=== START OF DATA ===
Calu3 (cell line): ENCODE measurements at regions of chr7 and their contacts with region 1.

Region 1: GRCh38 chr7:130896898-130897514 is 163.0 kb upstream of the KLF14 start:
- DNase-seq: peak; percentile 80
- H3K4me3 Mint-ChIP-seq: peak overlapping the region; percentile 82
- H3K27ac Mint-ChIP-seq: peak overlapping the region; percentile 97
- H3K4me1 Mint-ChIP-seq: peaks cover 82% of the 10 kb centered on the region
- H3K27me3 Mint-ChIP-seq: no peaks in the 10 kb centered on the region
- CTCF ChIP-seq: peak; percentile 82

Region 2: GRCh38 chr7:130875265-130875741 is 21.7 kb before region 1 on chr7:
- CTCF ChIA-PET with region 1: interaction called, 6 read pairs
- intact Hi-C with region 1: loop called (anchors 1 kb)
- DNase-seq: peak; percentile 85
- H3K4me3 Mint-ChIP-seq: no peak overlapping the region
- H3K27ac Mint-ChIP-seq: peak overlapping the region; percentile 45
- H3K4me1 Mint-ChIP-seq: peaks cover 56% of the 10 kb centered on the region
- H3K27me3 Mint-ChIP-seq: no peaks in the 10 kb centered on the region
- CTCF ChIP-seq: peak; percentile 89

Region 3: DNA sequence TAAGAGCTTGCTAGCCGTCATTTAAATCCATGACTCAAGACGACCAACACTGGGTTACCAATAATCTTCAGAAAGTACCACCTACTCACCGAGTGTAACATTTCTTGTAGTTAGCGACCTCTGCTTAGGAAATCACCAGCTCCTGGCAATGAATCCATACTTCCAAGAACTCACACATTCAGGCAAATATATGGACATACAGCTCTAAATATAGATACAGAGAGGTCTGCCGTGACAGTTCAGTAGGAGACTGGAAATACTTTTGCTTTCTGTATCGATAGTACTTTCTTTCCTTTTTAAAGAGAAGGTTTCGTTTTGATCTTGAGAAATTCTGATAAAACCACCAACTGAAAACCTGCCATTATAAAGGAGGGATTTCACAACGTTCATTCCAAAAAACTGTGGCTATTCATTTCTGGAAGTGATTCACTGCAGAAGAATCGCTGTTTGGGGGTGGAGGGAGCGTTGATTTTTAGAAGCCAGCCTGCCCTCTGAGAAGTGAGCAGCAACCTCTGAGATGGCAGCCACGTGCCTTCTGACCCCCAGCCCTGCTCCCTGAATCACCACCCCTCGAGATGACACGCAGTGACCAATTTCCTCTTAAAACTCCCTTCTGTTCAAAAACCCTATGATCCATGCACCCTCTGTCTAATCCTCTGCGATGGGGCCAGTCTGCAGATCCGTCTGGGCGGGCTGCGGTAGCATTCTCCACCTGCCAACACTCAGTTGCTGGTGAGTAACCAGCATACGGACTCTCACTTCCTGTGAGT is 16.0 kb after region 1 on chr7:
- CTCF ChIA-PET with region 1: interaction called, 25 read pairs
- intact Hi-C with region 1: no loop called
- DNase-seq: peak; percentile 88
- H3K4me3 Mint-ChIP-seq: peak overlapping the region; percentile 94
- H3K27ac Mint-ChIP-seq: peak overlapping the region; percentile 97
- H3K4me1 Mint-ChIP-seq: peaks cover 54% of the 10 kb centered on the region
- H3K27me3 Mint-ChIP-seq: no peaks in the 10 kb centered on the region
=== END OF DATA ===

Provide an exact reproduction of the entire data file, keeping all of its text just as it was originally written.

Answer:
Calu3 (cell line): ENCODE measurements at regions of chr7 and their contacts with region 1.

Region 1: GRCh38 chr7:130896898-130897514 is 163.0 kb upstream of the KLF14 start:
- DNase-seq: peak; percentile 80
- H3K4me3 Mint-ChIP-seq: peak overlapping the region; percentile 82
- H3K27ac Mint-ChIP-seq: peak overlapping the region; percentile 97
- H3K4me1 Mint-ChIP-seq: peaks cover 82% of the 10 kb centered on the region
- H3K27me3 Mint-ChIP-seq: no peaks in the 10 kb centered on the region
- CTCF ChIP-seq: peak; percentile 82

Region 2: GRCh38 chr7:130875265-130875741 is 21.7 kb before region 1 on chr7:
- CTCF ChIA-PET with region 1: interaction called, 6 read pairs
- intact Hi-C with region 1: loop called (anchors 1 kb)
- DNase-seq: peak; percentile 85
- H3K4me3 Mint-ChIP-seq: no peak overlapping the region
- H3K27ac Mint-ChIP-seq: peak overlapping the region; percentile 45
- H3K4me1 Mint-ChIP-seq: peaks cover 56% of the 10 kb centered on the region
- H3K27me3 Mint-ChIP-seq: no peaks in the 10 kb centered on the region
- CTCF ChIP-seq: peak; percentile 89

Region 3: DNA sequence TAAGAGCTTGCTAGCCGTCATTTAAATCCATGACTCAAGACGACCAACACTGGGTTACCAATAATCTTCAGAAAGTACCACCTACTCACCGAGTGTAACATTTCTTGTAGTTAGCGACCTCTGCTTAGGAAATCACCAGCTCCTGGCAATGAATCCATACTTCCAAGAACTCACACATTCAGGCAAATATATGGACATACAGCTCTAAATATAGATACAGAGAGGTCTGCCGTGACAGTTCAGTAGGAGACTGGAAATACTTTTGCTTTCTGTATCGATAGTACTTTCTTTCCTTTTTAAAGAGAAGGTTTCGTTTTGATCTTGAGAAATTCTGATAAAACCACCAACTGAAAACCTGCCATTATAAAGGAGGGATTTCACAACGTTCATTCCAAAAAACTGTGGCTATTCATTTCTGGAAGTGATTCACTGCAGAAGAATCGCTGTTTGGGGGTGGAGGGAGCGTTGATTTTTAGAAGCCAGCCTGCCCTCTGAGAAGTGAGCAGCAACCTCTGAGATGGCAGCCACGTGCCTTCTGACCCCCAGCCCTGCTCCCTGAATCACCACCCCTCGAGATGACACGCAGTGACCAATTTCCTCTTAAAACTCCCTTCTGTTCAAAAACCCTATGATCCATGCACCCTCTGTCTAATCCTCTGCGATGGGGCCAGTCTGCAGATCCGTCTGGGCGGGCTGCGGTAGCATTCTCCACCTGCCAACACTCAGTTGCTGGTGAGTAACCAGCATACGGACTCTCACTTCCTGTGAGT is 16.0 kb after region 1 on chr7:
- CTCF ChIA-PET with region 1: interaction called, 25 read pairs
- intact Hi-C with region 1: no loop called
- DNase-seq: peak; percentile 88
- H3K4me3 Mint-ChIP-seq: peak overlapping the region; percentile 94
- H3K27ac Mint-ChIP-seq: peak overlapping the region; percentile 97
- H3K4me1 Mint-ChIP-seq: peaks cover 54% of the 10 kb centered on the region
- H3K27me3 Mint-ChIP-seq: no peaks in the 10 kb centered on the region